• Can partners, other funders or beneficiaries reassure you of their track record through a testimonial?
  • Do they have partners with additional experience that can help them manage safeguarding risks?
  • Is their governance structure clear and do they have named people responsible for safeguarding?
  • Do they have the resources in budget and time to meet the safeguarding responsibilities related to the funding activities?
  • Can they show you how they track safeguarding concerns and tell you how many concerns they have managed in the past 12 months? 
  • Are core policies in place?
  • Do staff understand how to deal with concerns?

Processes that could help you with your due diligence checks.

  • Review the organisation’s policies and procedures. 
  • Work together with other reputable funders and share insights.
  • Speak with those who have provided references or testimonials.
  • Hold a meeting with applicants to discuss safeguarding.
Example
Tom’s Club has 10 years experience of delivering an after school club. It applies for funding to deliver a parent club, including courses. This is because many parents have reported low self esteem and loneliness is affecting their parenting. The funder asks for information that shows why Tom’s Club are the best people to deliver this service, what risks it’s identified and how the team will manage these. The funder also wants to hear what parents, children and local stakeholders such as schools have to say.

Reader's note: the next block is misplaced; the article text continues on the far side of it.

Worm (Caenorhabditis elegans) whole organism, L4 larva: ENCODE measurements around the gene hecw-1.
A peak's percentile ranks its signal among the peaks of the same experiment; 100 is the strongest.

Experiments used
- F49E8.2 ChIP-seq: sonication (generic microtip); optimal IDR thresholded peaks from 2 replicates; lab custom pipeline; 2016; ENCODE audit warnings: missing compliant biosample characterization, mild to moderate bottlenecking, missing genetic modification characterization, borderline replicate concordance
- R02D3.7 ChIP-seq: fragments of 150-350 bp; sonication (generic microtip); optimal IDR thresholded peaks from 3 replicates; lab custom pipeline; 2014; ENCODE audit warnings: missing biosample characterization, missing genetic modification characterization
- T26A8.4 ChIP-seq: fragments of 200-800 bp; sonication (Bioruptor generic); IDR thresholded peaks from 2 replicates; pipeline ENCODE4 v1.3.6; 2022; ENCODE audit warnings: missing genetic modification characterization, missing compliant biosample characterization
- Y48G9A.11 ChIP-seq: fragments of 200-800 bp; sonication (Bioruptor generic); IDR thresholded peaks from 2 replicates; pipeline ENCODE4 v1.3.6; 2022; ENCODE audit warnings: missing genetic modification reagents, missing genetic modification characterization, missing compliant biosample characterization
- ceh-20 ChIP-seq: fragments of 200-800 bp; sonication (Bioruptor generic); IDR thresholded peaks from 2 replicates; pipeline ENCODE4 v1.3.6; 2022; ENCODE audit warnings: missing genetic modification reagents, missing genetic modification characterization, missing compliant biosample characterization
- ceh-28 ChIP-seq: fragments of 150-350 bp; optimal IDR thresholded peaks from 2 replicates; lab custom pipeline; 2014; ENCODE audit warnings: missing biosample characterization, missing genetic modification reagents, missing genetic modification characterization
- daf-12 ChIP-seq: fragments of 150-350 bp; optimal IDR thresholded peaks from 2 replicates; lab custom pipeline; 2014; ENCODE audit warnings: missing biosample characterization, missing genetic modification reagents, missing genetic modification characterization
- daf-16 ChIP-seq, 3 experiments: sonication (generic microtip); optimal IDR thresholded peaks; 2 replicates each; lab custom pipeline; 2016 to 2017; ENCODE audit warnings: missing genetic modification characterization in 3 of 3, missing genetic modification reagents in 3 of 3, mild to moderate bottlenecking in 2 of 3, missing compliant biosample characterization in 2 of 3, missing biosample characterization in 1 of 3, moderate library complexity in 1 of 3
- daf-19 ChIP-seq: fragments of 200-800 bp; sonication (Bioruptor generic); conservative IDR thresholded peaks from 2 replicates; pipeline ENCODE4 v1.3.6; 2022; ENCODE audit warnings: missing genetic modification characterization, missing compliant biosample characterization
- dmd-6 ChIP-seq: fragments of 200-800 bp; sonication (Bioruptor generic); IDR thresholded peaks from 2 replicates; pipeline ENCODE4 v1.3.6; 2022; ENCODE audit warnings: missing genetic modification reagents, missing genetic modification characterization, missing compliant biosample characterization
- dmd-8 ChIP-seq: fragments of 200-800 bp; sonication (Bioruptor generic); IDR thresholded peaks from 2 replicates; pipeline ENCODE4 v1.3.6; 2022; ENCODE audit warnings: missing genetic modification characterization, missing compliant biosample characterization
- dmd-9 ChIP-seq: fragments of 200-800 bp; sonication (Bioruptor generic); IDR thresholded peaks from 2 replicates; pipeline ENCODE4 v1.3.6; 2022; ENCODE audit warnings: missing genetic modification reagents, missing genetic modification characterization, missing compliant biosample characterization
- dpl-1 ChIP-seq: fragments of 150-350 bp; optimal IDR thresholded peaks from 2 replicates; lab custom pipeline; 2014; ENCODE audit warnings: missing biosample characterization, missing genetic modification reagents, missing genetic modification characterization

Who should be included in the assessment process? 

If you are making a grant in an area where you don’t have internal expertise, you can involve a specialist with good knowledge of safeguarding in that area. You can also involve a person with lived experience of the area who can help you in your assessment process. 

If you do this make sure:

  • you are clear on their role and scope for influence 
  • you only give them the information they need from the application, not all the details
  • you explain your expectation of confidentiality
  • you take a safeguarding approach to the way you involve those people especially if they are children or adults at risk themselves.

Where it would be helpful to include children or adults at risk in the assessment process, make sure that you follow your safeguarding procedures for their involvement. 

Example
Chalk Family Trust receive an application from a community project that proposes to work with refugees.  The trustees have limited knowledge about this beneficiary group. They arrange for someone who represents the refugee community as well as someone who understands safeguarding issues in that area to help with the assessment. 

Feedback

Always provide feedback to applicants, whether they are successful or not. It’s helpful for them to know what they’re doing well in relation to safeguarding and how they need to improve. When you make safeguarding recommendations to unsuccessful organisations, you help raise awareness of the importance of safeguarding.

Page last edited Sep 30, 2019